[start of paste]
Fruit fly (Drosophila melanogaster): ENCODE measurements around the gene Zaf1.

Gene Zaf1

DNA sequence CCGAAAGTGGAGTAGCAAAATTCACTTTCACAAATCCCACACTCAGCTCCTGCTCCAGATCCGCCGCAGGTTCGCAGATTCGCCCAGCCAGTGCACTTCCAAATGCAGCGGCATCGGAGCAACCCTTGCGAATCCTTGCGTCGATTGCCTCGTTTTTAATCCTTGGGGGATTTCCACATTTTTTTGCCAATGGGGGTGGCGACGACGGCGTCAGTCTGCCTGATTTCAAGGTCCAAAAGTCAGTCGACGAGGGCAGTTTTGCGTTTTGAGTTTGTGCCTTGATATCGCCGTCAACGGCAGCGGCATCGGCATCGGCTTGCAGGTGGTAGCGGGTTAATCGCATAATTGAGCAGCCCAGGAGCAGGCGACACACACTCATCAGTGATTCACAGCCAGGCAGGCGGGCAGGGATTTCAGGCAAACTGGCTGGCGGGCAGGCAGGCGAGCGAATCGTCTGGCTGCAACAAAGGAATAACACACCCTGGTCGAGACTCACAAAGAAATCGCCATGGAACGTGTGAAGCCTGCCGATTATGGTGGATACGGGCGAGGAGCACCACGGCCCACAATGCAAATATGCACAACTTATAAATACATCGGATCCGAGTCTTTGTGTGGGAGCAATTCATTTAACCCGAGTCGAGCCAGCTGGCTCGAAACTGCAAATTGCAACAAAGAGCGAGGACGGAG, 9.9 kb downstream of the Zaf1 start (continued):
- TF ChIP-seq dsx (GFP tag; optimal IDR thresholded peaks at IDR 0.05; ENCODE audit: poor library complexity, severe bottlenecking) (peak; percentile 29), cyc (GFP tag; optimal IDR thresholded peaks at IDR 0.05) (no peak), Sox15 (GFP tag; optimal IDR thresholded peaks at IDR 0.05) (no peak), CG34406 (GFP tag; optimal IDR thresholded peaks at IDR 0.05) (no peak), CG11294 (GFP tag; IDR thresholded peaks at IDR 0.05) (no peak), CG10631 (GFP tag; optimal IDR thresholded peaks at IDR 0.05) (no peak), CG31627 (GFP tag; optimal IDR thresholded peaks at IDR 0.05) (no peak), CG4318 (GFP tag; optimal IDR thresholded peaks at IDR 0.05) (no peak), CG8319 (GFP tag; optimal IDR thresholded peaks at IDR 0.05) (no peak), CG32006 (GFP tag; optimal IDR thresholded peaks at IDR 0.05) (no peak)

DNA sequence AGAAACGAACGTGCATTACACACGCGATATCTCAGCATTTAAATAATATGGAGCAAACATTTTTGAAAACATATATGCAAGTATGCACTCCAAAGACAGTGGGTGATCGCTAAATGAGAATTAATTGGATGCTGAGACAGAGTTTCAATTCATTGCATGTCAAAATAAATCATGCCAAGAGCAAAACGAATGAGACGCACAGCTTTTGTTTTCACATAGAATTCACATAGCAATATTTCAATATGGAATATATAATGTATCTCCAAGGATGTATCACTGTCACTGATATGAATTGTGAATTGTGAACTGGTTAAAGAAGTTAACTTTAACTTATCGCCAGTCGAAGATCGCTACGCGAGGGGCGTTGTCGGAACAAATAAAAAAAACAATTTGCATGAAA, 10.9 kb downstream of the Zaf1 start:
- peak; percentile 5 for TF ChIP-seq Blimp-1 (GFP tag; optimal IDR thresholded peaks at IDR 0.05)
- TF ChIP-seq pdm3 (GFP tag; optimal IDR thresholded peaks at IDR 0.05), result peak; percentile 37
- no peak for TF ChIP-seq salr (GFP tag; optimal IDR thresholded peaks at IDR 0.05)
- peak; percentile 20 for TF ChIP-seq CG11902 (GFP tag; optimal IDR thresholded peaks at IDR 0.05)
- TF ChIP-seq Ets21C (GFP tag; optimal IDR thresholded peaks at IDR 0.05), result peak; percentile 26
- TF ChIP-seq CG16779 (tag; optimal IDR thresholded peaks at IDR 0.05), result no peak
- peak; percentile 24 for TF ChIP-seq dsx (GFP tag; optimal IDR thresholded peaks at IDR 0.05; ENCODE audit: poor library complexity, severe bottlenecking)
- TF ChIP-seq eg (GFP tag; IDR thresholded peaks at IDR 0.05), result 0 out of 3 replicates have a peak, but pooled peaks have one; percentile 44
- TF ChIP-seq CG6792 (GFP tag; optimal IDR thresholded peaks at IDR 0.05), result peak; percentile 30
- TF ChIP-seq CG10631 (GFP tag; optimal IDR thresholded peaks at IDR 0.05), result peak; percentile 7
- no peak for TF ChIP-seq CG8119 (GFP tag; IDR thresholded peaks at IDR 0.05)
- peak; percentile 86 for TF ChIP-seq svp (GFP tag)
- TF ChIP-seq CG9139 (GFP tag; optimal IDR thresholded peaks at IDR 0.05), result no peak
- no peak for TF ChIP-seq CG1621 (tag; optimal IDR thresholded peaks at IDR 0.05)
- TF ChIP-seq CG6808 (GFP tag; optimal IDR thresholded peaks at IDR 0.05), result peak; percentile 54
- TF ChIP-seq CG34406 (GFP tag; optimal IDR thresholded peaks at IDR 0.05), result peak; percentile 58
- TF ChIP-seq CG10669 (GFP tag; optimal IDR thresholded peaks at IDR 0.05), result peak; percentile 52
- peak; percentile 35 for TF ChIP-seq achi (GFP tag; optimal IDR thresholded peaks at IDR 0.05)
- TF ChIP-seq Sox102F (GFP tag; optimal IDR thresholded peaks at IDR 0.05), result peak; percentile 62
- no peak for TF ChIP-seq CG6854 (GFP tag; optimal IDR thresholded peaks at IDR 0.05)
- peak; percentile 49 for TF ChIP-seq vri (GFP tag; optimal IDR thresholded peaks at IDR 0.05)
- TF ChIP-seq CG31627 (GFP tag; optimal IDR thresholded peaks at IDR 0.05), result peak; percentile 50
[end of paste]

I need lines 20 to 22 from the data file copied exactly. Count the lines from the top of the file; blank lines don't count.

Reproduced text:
- TF ChIP-seq CG6808 (GFP tag; optimal IDR thresholded peaks at IDR 0.05), result peak; percentile 54
- TF ChIP-seq CG34406 (GFP tag; optimal IDR thresholded peaks at IDR 0.05), result peak; percentile 58
- TF ChIP-seq CG10669 (GFP tag; optimal IDR thresholded peaks at IDR 0.05), result peak; percentile 52